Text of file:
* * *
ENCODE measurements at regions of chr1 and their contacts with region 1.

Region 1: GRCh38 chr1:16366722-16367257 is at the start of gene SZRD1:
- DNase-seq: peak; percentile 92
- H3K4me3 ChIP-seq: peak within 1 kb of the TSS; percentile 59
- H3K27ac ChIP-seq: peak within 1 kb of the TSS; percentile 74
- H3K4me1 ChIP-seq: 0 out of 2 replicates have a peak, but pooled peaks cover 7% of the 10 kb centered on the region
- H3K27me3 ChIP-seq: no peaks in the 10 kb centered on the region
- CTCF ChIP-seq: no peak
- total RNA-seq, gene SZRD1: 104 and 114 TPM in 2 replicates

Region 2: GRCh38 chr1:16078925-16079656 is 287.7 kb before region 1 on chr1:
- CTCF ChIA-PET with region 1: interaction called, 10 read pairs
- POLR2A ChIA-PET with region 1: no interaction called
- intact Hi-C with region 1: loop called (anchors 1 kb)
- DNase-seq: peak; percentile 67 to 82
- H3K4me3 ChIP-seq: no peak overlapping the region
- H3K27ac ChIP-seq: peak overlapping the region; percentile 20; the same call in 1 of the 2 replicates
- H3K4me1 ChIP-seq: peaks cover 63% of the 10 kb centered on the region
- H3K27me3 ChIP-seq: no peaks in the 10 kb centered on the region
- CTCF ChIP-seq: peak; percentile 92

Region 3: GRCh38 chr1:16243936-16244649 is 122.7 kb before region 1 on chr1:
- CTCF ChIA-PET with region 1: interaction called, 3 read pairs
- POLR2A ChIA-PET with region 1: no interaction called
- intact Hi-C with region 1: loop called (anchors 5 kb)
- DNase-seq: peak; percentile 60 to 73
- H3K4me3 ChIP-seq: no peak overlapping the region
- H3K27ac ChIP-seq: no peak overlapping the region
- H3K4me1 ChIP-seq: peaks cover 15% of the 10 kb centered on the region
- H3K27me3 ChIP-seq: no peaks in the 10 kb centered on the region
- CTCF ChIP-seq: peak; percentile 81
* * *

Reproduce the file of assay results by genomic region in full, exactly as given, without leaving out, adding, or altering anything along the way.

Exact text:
ENCODE measurements at regions of chr1 and their contacts with region 1.

Region 1: GRCh38 chr1:16366722-16367257 is at the start of gene SZRD1:
- DNase-seq: peak; percentile 92
- H3K4me3 ChIP-seq: peak within 1 kb of the TSS; percentile 59
- H3K27ac ChIP-seq: peak within 1 kb of the TSS; percentile 74
- H3K4me1 ChIP-seq: 0 out of 2 replicates have a peak, but pooled peaks cover 7% of the 10 kb centered on the region
- H3K27me3 ChIP-seq: no peaks in the 10 kb centered on the region
- CTCF ChIP-seq: no peak
- total RNA-seq, gene SZRD1: 104 and 114 TPM in 2 replicates

Region 2: GRCh38 chr1:16078925-16079656 is 287.7 kb before region 1 on chr1:
- CTCF ChIA-PET with region 1: interaction called, 10 read pairs
- POLR2A ChIA-PET with region 1: no interaction called
- intact Hi-C with region 1: loop called (anchors 1 kb)
- DNase-seq: peak; percentile 67 to 82
- H3K4me3 ChIP-seq: no peak overlapping the region
- H3K27ac ChIP-seq: peak overlapping the region; percentile 20; the same call in 1 of the 2 replicates
- H3K4me1 ChIP-seq: peaks cover 63% of the 10 kb centered on the region
- H3K27me3 ChIP-seq: no peaks in the 10 kb centered on the region
- CTCF ChIP-seq: peak; percentile 92

Region 3: GRCh38 chr1:16243936-16244649 is 122.7 kb before region 1 on chr1:
- CTCF ChIA-PET with region 1: interaction called, 3 read pairs
- POLR2A ChIA-PET with region 1: no interaction called
- intact Hi-C with region 1: loop called (anchors 5 kb)
- DNase-seq: peak; percentile 60 to 73
- H3K4me3 ChIP-seq: no peak overlapping the region
- H3K27ac ChIP-seq: no peak overlapping the region
- H3K4me1 ChIP-seq: peaks cover 15% of the 10 kb centered on the region
- H3K27me3 ChIP-seq: no peaks in the 10 kb centered on the region
- CTCF ChIP-seq: peak; percentile 81